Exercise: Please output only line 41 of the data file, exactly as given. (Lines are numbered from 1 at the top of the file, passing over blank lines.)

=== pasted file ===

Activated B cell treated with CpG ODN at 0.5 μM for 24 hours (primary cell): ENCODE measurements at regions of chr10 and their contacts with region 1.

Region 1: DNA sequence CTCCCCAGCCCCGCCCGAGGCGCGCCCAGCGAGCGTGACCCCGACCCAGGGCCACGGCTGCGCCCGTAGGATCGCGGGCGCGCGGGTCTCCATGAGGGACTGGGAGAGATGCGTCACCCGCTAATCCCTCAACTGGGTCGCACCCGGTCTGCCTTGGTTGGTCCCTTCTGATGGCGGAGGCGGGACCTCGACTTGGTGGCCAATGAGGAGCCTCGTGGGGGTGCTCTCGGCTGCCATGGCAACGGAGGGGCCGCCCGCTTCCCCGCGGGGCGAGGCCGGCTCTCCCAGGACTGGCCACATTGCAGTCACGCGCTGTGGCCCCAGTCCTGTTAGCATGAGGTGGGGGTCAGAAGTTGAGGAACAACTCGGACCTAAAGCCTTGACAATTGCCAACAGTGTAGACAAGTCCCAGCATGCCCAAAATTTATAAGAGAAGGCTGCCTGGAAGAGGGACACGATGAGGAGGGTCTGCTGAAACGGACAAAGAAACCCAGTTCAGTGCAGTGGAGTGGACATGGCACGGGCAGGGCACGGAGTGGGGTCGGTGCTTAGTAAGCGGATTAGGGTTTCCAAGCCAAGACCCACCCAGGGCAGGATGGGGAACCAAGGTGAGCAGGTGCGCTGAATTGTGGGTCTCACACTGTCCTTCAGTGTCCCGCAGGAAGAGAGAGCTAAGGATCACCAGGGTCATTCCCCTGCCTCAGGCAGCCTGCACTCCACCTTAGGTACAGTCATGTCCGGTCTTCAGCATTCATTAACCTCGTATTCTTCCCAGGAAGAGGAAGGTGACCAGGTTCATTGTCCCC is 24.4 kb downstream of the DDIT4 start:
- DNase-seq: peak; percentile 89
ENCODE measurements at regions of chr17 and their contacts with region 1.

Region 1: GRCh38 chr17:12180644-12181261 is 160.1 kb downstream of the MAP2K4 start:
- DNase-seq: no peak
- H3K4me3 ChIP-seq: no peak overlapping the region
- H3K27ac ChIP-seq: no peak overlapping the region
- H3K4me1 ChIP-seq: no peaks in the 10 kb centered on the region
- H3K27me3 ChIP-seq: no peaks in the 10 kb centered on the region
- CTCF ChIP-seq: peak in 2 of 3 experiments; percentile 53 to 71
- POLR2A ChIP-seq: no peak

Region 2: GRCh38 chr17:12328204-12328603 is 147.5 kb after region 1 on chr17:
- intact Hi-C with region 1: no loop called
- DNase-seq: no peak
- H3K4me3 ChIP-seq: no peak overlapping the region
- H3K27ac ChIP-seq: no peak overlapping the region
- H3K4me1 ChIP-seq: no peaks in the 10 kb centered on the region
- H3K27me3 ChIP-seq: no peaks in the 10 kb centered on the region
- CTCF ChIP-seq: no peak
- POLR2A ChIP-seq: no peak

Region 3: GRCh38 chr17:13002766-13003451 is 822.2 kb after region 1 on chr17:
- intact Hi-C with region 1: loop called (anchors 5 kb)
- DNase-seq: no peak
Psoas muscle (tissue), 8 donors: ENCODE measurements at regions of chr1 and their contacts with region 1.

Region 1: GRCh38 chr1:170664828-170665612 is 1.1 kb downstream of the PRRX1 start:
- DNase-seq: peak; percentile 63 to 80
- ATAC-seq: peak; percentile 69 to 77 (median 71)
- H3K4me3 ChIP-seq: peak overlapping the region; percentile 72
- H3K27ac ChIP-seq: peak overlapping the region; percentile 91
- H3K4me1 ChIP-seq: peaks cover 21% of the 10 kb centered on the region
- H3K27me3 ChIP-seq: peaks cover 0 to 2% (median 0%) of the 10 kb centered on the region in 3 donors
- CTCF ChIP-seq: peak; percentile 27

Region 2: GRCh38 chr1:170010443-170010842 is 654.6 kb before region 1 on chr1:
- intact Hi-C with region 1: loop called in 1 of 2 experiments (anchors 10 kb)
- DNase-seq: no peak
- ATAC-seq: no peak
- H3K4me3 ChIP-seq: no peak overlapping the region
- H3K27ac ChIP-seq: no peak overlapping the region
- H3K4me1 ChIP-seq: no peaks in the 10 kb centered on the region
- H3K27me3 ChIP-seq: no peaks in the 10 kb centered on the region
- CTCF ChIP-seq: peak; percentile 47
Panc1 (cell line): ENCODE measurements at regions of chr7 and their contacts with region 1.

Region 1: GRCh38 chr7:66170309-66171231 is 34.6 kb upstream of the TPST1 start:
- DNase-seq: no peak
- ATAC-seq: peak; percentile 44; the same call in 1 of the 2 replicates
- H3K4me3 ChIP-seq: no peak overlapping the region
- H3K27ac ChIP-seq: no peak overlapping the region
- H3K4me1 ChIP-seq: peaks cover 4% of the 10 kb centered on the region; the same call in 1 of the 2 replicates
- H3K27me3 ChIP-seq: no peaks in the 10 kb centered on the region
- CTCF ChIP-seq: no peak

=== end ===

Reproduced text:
- H3K27me3 ChIP-seq: no peaks in the 10 kb centered on the region